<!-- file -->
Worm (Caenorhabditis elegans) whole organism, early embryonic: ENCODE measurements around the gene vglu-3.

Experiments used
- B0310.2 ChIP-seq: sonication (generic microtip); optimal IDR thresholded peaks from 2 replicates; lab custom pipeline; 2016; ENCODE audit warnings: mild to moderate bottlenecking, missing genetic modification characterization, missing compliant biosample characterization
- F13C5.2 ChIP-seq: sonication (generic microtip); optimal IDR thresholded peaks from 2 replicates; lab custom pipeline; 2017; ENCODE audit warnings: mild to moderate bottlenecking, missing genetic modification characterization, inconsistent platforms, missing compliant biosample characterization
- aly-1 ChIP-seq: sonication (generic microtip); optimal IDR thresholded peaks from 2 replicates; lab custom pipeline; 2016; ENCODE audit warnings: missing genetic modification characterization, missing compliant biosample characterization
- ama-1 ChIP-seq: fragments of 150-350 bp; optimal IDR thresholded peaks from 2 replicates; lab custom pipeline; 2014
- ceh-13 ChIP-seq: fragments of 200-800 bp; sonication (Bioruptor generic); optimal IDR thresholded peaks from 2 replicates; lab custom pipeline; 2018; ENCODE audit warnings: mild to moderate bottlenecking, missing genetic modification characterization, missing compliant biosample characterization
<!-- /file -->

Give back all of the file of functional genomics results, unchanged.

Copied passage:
Worm (Caenorhabditis elegans) whole organism, early embryonic: ENCODE measurements around the gene vglu-3.

Experiments used
- B0310.2 ChIP-seq: sonication (generic microtip); optimal IDR thresholded peaks from 2 replicates; lab custom pipeline; 2016; ENCODE audit warnings: mild to moderate bottlenecking, missing genetic modification characterization, missing compliant biosample characterization
- F13C5.2 ChIP-seq: sonication (generic microtip); optimal IDR thresholded peaks from 2 replicates; lab custom pipeline; 2017; ENCODE audit warnings: mild to moderate bottlenecking, missing genetic modification characterization, inconsistent platforms, missing compliant biosample characterization
- aly-1 ChIP-seq: sonication (generic microtip); optimal IDR thresholded peaks from 2 replicates; lab custom pipeline; 2016; ENCODE audit warnings: missing genetic modification characterization, missing compliant biosample characterization
- ama-1 ChIP-seq: fragments of 150-350 bp; optimal IDR thresholded peaks from 2 replicates; lab custom pipeline; 2014
- ceh-13 ChIP-seq: fragments of 200-800 bp; sonication (Bioruptor generic); optimal IDR thresholded peaks from 2 replicates; lab custom pipeline; 2018; ENCODE audit warnings: mild to moderate bottlenecking, missing genetic modification characterization, missing compliant biosample characterization